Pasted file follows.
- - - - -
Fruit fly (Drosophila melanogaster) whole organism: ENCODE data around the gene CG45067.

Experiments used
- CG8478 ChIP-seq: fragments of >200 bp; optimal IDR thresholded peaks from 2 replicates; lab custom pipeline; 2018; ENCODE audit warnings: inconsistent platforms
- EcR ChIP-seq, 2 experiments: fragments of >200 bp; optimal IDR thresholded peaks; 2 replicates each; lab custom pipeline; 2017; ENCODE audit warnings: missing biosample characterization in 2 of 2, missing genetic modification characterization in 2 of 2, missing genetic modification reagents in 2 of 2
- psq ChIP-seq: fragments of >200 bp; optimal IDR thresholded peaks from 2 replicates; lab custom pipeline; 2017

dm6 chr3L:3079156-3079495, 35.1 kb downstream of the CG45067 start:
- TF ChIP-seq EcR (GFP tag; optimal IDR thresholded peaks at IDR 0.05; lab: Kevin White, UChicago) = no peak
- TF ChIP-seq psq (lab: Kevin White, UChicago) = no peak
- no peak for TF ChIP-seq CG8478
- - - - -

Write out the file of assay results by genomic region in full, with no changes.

Fruit fly (Drosophila melanogaster) whole organism: ENCODE data around the gene CG45067.

Experiments used
- CG8478 ChIP-seq: fragments of >200 bp; optimal IDR thresholded peaks from 2 replicates; lab custom pipeline; 2018; ENCODE audit warnings: inconsistent platforms
- EcR ChIP-seq, 2 experiments: fragments of >200 bp; optimal IDR thresholded peaks; 2 replicates each; lab custom pipeline; 2017; ENCODE audit warnings: missing biosample characterization in 2 of 2, missing genetic modification characterization in 2 of 2, missing genetic modification reagents in 2 of 2
- psq ChIP-seq: fragments of >200 bp; optimal IDR thresholded peaks from 2 replicates; lab custom pipeline; 2017

dm6 chr3L:3079156-3079495, 35.1 kb downstream of the CG45067 start:
- TF ChIP-seq EcR (GFP tag; optimal IDR thresholded peaks at IDR 0.05; lab: Kevin White, UChicago) = no peak
- TF ChIP-seq psq (lab: Kevin White, UChicago) = no peak
- no peak for TF ChIP-seq CG8478